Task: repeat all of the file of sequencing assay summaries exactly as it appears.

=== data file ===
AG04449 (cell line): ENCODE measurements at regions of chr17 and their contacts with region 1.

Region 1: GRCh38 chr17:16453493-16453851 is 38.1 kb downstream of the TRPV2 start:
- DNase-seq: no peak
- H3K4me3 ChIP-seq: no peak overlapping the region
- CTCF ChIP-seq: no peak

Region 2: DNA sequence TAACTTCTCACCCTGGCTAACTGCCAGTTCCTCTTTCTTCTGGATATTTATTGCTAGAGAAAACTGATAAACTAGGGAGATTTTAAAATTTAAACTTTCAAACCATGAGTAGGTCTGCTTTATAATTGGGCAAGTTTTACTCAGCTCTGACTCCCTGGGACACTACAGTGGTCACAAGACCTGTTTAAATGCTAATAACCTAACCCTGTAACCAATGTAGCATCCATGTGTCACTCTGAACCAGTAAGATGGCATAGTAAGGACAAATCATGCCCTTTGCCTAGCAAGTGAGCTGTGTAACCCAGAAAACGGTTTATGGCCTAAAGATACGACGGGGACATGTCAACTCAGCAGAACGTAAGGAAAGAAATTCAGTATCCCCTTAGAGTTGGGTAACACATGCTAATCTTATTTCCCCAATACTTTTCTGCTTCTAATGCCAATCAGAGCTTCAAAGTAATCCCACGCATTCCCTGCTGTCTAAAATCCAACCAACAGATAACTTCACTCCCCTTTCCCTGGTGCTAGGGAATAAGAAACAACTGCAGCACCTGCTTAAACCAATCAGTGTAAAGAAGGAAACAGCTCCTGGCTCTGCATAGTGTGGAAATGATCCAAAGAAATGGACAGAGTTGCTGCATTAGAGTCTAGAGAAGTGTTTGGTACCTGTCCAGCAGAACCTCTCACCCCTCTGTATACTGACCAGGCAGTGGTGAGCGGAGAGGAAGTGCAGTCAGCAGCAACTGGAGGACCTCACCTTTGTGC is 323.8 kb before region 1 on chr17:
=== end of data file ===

AG04449 (cell line): ENCODE measurements at regions of chr17 and their contacts with region 1.

Region 1: GRCh38 chr17:16453493-16453851 is 38.1 kb downstream of the TRPV2 start:
- DNase-seq: no peak
- H3K4me3 ChIP-seq: no peak overlapping the region
- CTCF ChIP-seq: no peak

Region 2: DNA sequence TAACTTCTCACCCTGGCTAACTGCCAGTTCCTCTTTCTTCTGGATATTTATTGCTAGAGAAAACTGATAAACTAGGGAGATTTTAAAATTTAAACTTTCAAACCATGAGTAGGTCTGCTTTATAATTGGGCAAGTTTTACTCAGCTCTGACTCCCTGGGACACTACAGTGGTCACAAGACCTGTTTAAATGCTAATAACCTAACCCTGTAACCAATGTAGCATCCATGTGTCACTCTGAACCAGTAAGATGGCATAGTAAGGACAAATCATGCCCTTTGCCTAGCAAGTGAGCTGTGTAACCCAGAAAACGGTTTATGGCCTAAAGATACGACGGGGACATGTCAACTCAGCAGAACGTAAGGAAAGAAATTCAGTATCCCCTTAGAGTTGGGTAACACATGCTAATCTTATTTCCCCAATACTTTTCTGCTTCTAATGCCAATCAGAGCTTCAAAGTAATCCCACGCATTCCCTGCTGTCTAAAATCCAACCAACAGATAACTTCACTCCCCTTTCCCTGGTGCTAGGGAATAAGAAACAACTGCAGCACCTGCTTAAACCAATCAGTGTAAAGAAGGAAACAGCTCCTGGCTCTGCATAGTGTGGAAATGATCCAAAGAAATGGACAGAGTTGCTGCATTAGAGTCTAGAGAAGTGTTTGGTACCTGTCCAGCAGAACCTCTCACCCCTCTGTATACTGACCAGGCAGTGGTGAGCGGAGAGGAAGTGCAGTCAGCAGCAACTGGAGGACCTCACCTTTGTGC is 323.8 kb before region 1 on chr17: